Small-molecule–mediated microbe-host and microbe-microbe interactions.

Commensal organisms of the human microbiota produce many diverse small molecules with an equally diverse array of targets that can exacerbate or modulate immune responses and other physiological functions in the host. Several act as antibacterials to remove competing organisms, but many other products have unknown targets and effects on commensals and the host.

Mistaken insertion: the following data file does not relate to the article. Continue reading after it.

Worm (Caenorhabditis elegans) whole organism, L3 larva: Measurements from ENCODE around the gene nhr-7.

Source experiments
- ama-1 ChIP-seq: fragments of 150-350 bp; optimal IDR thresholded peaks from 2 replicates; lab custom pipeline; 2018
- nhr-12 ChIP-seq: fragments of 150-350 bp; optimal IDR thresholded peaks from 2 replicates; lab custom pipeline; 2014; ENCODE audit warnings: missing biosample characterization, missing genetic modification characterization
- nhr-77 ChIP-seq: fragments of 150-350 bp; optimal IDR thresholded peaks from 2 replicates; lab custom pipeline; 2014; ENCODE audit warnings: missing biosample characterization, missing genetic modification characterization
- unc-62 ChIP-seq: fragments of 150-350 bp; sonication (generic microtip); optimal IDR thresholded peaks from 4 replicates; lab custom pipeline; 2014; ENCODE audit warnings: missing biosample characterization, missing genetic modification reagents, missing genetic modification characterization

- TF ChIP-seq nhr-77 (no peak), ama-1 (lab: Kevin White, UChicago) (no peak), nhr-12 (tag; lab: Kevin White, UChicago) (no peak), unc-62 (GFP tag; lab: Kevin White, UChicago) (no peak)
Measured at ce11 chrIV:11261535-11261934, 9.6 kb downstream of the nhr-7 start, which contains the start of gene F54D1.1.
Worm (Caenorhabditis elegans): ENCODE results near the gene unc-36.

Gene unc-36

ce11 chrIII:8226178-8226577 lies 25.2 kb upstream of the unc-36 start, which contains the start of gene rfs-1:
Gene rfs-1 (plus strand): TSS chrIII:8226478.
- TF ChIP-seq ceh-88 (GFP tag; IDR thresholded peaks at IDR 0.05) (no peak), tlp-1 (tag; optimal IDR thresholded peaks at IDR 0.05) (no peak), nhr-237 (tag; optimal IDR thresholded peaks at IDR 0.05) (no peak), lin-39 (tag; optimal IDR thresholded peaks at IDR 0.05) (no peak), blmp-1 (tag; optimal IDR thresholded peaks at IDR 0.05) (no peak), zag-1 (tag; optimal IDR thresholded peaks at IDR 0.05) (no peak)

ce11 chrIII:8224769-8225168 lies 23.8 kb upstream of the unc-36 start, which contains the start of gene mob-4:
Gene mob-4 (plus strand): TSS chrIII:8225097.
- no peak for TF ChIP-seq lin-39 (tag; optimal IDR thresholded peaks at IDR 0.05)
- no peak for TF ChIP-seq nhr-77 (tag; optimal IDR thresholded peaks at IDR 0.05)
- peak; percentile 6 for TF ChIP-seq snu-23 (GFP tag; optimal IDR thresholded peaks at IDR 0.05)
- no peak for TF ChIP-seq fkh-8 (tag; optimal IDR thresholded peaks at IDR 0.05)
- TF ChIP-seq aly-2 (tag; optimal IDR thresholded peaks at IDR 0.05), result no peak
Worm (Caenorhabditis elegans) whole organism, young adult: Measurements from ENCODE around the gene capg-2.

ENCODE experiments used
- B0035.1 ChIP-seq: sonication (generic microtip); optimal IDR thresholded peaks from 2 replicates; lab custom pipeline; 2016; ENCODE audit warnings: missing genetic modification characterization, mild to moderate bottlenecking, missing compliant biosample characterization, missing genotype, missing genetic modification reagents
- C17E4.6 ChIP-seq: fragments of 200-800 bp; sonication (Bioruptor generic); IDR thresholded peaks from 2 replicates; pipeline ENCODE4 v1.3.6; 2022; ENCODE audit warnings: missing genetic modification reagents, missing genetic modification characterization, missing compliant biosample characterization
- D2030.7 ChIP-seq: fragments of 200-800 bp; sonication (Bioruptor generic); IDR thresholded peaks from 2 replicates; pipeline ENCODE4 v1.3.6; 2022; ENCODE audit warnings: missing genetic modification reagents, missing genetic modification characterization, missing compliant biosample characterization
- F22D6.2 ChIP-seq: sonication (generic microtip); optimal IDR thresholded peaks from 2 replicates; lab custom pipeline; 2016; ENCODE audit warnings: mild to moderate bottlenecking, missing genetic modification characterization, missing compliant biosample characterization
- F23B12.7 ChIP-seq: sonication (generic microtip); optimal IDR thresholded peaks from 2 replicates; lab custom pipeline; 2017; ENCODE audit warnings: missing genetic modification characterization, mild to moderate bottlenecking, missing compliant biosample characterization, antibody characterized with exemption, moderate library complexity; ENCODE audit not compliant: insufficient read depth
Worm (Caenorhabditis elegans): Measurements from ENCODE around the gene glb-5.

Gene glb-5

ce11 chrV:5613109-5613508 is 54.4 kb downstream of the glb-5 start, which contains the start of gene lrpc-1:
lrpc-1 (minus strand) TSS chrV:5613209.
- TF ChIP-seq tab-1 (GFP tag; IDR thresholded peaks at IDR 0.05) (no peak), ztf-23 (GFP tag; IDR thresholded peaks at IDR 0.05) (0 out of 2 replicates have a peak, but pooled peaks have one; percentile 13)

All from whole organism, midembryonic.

Developments in the use of genomics to guide natural product discovery and a recent emphasis on understanding the molecular mechanisms of microbiota-host interactions have converged on the discovery of small molecules from the human microbiome. Here, we review what is known about small molecules produced by the human microbiota. Numerous molecules representing each of the major metabolite classes have been found that have a variety of biological activities, including immune modulation and antibiosis. We discuss technologies that will affect how microbiota-derived molecules are discovered in the future and consider the challenges inherent in finding specific molecules that are critical for driving microbe-host and microbe-microbe interactions and understanding their biological relevance.